Typical Andorian dissident serving aboard the I.S.S. Avenger. Sensor specialist and aspiring pilot. He enjoys old stories of the Andorian Imperial Guard.
This Card-Review article was written by Ross Fertel and was published first on "The Continuing Committee (trekcc.org)" at Nov 18th, 2016.
With Crewman Gham being revealed today, he seems like a straightforward personnel on the surface. However, he took some time to get just right, mainly due to the fact that he’s an Andorian.
When Creative first got the card, the lore consisted of three words. Andorian male. Dissident. Not a whole lot of finesse involved, and this is the usual state that Creative gets the cards. Lore is very bare bones or, if we’re lucky, lyrics from some random song are in the lore. Nouns will have things that have to be in there, but by and large, they are on their own.
The issue at hand is Andorians don’t have two genders, they have four. It may seem straightforward, but in terms of the game, personnel are male or female, for the most part at least. Yes, there are exceptions, which I’m sure will be pointed out in the accompanying thread, but by and large, cards fall into one of those two categories.
One option would be to add to the already complex rules, but when you think of how few Andorains there are in Star Trek there won’t be much bang for that buck. Not just that, but Gham is the first Andorian, so the precedent had to be set here. The expanded universe has put specific nomenclature to the genders (chan, shen, thaan and zhen in case you are interested) but that’s even more complexity to something that players can pretty much intuit, but if Gham is a chan, he isn’t stopped by Male’s Love Interest, can’t contribute to card that specify a gender while not adversely affected by them, and so forth. Its possible, but it’s really not pretty.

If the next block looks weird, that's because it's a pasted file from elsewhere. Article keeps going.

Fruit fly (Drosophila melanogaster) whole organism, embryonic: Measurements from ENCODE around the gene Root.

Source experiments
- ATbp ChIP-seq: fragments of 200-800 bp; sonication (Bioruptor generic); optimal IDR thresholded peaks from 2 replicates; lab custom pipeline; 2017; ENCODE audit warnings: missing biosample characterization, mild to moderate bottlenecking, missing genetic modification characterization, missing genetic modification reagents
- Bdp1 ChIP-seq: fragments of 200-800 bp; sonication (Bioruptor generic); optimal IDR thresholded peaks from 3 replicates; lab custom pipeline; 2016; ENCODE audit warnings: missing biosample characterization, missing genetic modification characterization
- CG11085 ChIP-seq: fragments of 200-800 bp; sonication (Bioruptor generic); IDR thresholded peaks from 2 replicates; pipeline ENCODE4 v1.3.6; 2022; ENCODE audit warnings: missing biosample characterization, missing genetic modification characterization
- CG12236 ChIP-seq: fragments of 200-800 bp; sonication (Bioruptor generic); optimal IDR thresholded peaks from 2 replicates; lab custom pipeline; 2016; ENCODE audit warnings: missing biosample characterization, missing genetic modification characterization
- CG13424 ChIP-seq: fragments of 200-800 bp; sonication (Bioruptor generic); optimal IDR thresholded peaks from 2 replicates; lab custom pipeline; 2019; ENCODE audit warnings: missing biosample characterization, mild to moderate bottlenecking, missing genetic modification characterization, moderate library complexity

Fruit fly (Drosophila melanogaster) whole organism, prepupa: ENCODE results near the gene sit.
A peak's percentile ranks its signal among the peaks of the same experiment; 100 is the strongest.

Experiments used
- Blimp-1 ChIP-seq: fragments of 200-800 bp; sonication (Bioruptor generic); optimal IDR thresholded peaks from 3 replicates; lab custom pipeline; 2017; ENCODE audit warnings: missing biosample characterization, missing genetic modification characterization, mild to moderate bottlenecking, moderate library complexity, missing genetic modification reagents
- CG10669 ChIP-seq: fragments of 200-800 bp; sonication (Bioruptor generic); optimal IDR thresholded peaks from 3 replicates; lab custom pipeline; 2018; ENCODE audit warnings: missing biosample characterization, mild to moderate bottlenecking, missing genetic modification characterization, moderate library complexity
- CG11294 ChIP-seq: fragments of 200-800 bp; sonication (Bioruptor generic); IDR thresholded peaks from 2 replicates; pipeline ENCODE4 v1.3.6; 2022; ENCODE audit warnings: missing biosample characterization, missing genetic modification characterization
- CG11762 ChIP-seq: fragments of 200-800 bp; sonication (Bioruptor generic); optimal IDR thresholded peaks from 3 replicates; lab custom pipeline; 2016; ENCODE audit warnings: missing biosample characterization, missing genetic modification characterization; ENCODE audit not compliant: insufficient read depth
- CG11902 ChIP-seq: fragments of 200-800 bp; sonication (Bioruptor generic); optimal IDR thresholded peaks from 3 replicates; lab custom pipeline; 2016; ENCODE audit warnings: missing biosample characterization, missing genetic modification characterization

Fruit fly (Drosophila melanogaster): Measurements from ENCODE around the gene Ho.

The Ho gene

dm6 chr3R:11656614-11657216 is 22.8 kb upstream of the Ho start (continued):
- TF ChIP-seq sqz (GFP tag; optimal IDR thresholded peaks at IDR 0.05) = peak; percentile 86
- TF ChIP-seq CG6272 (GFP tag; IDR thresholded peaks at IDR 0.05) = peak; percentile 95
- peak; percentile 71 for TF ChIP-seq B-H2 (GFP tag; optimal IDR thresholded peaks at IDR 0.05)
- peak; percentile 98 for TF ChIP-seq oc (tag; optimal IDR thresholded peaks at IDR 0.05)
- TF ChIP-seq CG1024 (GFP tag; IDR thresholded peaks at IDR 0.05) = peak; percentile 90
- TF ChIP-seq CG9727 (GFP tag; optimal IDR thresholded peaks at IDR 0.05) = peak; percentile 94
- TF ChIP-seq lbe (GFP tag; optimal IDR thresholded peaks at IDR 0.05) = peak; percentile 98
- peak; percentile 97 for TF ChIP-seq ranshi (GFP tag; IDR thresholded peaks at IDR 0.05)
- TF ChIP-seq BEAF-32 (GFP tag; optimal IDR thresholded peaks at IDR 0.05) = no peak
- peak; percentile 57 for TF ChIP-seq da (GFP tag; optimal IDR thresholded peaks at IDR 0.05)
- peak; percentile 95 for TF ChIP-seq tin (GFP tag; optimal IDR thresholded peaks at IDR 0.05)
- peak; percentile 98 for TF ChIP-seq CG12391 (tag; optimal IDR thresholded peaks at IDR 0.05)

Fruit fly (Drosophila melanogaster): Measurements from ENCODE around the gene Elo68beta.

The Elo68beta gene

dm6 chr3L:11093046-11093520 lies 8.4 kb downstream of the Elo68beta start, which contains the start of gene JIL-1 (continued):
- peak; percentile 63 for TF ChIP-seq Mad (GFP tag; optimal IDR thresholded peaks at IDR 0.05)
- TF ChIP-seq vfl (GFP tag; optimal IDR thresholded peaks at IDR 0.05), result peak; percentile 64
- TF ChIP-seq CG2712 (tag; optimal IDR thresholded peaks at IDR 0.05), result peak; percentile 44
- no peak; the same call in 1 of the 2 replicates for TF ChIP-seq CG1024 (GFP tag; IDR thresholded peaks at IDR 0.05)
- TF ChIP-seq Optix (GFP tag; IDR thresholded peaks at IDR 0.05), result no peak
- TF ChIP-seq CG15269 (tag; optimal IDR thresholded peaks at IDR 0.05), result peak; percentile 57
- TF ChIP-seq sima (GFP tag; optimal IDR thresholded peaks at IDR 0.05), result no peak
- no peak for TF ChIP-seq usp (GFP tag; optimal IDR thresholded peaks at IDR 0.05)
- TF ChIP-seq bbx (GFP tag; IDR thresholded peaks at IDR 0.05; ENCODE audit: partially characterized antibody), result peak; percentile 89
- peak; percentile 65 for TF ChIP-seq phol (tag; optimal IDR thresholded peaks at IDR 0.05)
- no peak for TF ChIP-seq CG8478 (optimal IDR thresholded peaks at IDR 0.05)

So in the end, Creative found a way to make him a non-male male. By using the pronoun, we are staying true to the character and keeping the game in check while not adding more paragraphs to the glossary. This is something that’s been done on other occasions and will likely do again. Every card needs some sort of gender, unless it is obviously male by the picture, but we don’t write the word female on every card depicting a female.
In all honesty, this is something you should be used to by now. If every universal personnel had ‘representative of suchandsuch’ in their lore, it would get old real fast. Switching it up adds variety and well, creativity. We hope that you’ve enjoyed today’s lesson on sex.